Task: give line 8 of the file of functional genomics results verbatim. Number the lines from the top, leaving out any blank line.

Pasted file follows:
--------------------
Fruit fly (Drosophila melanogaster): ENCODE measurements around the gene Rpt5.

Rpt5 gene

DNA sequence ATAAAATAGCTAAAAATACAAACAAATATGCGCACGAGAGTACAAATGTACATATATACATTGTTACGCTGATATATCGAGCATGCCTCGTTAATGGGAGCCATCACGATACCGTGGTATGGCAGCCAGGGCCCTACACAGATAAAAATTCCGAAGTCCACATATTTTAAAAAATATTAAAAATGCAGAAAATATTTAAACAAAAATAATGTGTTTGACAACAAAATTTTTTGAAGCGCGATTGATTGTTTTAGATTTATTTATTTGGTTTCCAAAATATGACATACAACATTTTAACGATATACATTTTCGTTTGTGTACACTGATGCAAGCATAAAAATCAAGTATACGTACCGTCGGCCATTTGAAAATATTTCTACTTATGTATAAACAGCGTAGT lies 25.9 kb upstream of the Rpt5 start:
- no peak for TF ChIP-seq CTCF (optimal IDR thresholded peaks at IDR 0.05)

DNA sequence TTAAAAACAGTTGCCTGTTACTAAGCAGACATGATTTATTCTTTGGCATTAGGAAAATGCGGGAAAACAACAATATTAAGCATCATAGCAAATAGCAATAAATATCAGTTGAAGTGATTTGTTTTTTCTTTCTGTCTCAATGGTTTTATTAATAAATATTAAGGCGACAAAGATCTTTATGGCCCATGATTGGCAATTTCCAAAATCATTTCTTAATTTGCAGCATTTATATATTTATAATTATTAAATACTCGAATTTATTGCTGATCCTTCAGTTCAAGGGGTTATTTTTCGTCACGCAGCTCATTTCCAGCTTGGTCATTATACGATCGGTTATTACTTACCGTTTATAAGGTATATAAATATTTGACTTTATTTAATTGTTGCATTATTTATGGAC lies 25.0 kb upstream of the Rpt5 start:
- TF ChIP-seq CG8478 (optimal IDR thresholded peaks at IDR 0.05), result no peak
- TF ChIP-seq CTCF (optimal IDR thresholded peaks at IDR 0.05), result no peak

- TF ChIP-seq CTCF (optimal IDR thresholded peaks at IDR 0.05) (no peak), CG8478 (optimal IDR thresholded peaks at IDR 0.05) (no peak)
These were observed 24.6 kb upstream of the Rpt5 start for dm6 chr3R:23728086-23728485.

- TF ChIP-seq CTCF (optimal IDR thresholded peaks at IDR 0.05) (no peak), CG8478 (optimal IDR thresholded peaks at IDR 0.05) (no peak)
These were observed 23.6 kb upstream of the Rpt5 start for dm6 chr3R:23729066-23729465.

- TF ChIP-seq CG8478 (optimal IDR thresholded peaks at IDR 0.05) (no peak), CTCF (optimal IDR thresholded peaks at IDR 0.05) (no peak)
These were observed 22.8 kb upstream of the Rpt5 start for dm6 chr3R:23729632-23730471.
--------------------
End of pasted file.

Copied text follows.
- TF ChIP-seq CTCF (optimal IDR thresholded peaks at IDR 0.05) (no peak), CG8478 (optimal IDR thresholded peaks at IDR 0.05) (no peak)